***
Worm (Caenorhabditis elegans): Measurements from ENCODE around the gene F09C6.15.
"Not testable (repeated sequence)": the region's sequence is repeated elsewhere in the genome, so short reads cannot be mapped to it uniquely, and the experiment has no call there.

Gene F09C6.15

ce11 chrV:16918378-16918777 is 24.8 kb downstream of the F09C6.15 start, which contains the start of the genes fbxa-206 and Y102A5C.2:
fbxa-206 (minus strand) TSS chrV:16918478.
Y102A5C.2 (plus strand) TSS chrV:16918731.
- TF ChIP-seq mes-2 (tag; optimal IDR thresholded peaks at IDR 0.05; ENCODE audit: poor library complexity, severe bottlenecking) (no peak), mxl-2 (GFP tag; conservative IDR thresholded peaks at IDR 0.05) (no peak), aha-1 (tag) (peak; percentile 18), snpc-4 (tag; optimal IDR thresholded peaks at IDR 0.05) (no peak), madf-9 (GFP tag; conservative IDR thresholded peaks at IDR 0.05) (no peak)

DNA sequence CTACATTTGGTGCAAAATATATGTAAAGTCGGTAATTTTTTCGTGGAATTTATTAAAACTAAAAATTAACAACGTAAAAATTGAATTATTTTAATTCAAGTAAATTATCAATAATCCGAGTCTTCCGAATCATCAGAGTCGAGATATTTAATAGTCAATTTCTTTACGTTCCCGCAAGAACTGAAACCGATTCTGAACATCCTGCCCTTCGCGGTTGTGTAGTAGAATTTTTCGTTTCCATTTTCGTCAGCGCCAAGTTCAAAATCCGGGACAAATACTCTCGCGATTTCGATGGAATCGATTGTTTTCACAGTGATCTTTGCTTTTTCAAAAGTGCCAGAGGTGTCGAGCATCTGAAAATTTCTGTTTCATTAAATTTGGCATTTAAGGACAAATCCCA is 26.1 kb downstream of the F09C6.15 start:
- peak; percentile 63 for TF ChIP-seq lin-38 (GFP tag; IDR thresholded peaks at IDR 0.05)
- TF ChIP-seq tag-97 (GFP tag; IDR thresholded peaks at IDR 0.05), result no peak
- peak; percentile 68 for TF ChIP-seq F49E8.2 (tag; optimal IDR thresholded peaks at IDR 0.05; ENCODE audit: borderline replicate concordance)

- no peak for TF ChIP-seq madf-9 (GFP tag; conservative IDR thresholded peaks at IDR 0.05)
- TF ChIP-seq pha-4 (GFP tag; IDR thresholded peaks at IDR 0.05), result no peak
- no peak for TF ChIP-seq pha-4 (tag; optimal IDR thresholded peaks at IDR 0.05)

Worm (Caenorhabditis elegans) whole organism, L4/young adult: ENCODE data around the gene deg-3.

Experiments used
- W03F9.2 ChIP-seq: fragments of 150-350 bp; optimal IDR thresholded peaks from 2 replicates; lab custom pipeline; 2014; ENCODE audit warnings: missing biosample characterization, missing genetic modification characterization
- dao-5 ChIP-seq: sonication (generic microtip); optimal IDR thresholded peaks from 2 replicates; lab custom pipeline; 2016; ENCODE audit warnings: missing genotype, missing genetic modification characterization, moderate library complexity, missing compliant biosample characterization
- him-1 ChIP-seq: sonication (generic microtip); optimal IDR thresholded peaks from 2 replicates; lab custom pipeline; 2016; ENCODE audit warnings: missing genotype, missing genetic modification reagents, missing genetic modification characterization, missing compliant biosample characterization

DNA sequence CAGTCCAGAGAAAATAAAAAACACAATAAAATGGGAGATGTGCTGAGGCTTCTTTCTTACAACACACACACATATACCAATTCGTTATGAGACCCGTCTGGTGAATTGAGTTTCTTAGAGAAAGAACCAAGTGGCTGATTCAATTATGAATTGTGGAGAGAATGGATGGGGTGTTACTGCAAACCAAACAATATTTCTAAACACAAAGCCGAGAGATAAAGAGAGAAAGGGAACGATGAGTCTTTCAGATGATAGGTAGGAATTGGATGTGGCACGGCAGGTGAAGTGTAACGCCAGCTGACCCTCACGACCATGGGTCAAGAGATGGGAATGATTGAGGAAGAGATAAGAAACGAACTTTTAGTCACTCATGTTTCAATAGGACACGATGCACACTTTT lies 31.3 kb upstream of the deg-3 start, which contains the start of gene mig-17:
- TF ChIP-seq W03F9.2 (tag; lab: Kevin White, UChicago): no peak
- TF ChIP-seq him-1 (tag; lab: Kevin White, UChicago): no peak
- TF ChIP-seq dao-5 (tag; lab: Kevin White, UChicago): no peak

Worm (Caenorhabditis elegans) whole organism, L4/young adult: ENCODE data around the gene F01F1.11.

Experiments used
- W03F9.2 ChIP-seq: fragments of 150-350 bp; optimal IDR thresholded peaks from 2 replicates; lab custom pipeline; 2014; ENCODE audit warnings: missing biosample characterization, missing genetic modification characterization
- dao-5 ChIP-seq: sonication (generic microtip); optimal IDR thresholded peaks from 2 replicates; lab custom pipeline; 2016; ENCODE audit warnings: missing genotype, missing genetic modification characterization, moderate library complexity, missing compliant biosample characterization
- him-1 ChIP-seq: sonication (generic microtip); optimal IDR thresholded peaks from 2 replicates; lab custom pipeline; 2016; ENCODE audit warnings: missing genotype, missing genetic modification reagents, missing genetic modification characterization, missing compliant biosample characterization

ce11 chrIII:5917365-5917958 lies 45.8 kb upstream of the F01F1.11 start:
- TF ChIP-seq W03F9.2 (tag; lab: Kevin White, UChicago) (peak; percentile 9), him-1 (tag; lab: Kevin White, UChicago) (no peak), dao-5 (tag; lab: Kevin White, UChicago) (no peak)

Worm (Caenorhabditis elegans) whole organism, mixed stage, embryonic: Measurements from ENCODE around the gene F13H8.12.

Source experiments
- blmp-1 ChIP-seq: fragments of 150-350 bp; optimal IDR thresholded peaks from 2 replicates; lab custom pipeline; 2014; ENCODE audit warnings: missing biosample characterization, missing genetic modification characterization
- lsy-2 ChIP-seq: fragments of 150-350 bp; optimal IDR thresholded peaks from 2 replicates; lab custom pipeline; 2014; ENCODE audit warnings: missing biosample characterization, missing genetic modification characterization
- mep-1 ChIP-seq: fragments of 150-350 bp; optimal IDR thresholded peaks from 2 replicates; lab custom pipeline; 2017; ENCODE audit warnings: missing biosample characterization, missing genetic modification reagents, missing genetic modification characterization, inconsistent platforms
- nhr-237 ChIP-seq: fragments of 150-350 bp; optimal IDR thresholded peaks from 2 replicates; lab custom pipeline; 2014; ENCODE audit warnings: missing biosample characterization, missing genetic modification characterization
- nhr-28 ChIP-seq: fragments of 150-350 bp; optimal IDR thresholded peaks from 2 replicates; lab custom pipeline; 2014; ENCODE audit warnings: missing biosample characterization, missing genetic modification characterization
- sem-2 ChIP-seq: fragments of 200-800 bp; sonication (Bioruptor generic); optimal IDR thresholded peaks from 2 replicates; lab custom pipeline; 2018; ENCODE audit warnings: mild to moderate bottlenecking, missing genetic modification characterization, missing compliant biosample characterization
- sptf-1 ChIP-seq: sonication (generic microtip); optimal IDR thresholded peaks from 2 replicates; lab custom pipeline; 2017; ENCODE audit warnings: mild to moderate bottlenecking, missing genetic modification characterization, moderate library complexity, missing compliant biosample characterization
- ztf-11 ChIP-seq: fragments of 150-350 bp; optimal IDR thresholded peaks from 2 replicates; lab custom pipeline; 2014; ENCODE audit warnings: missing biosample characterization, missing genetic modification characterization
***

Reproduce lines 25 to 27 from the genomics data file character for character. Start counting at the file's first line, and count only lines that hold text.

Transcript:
Experiments used
- W03F9.2 ChIP-seq: fragments of 150-350 bp; optimal IDR thresholded peaks from 2 replicates; lab custom pipeline; 2014; ENCODE audit warnings: missing biosample characterization, missing genetic modification characterization
- dao-5 ChIP-seq: sonication (generic microtip); optimal IDR thresholded peaks from 2 replicates; lab custom pipeline; 2016; ENCODE audit warnings: missing genotype, missing genetic modification characterization, moderate library complexity, missing compliant biosample characterization